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Major Arizona tribal water rights legislation introduced

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(The Center Square) – Newly introduced legislation aims to tackle the longstanding Northeastern Arizona Indian Water Rights Settlement Agreement at the federal level.

The legislation introduced by Sen. Mark Kelly and backed by Sen. Kyrsten Sinema, as well as Reps. Juan Ciscomani, Greg Stanton, Raul Grijalva and David Schweikert, would allow $5 billion for water infrastructure purposes and ultimately give the Navajo Nation and the Hopi Tribe roughly 10 miles of Colorado River access and the power to lease their water resources, according to a news release from Kelly’s office.

“This legislation and the settlement it ratifies represent a historic step forward in resolving a decades-long water rights dispute, providing certainty and stability for the Navajo Nation, Hopi Tribe, and the San Juan Southern Paiute Tribe. Securing water rights for these tribes upholds their sovereignty and lays the path for their growth and prosperity through increased investment in water infrastructure,” Kelly said in a statement on Monday. “Ratifying this settlement honors our commitment to the tribes and helps secure our state’s water future, and we’ll work together as Republicans and Democrats to get it done.”

The legislation comes as welcome news to Navajo Nation leaders as roughly a third of those who live on the reservation still face a lack of access to “running water,” according to the Navajo Water Project.

“Tens of thousands of Navajo people in Arizona do not have water in their homes. The infrastructure funded under the bill secures the necessary water supply that will serve these families’ homes,” Navajo Nation Speaker Crystalyne Curley said in a statement. “Without this settlement, our communities will remain disproportionately vulnerable to diseases, and development on the Reservation will continue to be restricted by the lack of water infrastructure. Consequently, we are extremely grateful for the introduction of this landmark legislation.”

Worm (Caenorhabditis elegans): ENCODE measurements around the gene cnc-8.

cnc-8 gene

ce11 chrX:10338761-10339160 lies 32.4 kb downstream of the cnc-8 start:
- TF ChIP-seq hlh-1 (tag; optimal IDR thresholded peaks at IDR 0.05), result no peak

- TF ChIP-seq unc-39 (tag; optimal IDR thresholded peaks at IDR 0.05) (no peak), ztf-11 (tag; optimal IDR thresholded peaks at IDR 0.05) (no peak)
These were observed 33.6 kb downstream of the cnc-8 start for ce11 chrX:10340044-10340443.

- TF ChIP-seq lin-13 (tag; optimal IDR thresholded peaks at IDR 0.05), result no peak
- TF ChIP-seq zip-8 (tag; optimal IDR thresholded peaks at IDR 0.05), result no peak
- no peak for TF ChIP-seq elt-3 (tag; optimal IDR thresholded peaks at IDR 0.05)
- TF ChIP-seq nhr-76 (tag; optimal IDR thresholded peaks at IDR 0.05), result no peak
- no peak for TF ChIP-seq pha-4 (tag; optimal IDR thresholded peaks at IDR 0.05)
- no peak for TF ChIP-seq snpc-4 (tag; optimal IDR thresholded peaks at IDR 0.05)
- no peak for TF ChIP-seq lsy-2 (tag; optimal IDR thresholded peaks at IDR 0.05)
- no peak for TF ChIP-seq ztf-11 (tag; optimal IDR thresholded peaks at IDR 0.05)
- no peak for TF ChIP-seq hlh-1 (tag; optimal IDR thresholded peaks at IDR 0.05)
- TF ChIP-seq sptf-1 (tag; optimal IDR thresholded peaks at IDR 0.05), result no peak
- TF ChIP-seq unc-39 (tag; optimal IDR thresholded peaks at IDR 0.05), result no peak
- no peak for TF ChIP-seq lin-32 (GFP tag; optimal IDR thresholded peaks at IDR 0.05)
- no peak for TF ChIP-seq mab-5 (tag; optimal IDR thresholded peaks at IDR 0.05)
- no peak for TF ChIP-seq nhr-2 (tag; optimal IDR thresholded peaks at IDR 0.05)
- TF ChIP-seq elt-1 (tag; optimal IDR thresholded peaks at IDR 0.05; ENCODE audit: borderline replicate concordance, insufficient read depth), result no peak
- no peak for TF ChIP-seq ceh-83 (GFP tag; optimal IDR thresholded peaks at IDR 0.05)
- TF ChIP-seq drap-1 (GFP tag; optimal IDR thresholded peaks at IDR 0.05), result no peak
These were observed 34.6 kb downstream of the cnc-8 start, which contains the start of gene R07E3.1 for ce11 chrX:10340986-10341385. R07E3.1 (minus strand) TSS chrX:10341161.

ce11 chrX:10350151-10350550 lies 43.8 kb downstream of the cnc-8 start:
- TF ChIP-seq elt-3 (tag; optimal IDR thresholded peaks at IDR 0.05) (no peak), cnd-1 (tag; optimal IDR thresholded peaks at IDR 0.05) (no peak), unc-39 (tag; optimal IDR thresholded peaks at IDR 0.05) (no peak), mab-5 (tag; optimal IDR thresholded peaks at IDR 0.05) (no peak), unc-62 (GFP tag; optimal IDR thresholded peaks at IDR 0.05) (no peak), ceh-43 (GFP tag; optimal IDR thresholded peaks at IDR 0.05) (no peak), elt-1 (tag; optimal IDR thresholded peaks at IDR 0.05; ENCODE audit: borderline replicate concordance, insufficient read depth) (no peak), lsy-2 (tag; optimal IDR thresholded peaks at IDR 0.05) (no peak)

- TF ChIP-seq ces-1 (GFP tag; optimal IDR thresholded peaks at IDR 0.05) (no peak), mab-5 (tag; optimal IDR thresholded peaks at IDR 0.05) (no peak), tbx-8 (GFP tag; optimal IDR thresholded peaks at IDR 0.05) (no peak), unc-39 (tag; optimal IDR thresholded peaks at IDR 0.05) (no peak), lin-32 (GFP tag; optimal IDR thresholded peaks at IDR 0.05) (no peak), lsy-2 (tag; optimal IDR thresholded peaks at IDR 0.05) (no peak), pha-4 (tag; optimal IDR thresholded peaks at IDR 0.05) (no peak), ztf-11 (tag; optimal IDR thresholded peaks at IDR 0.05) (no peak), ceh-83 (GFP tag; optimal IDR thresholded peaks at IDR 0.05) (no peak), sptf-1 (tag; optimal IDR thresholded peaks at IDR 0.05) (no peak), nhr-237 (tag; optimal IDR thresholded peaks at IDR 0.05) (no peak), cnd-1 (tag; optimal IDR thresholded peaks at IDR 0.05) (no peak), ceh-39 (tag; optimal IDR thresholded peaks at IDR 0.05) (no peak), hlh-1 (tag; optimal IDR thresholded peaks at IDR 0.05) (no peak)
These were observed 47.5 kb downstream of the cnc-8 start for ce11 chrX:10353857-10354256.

In addition, the act dubbed the “Northeastern Arizona Indian Water Rights Settlement (NAIWRSA) Act of 2024” would also provide a reservation to the San Juan Southern Paiute Tribe.

“The Tribe has waited far too long to have an exclusive reservation of its own. The opportunities made available through this legislation will change the lives of our Tribal Members and the trajectory of our Tribe. With reliable electricity, water and housing our people will have opportunities that have never been available to us before,” Robbin Preston Jr., President of the San Juan Southern Paiute Tribe, said in a statement. “This legislation is more than a settlement of water rights, it is the establishment of an exclusive reservation for a Tribe that will no longer be forced to live like strangers in our own land.”

Arizona’s senatorial delegation will frequently announce taxpayer funding that goes toward water projects in the state, usually from the 2021 Infrastructure Investment and Jobs Act, but this is a piece of legislation that will require both chambers to pass it and President Joe Biden’s signature.

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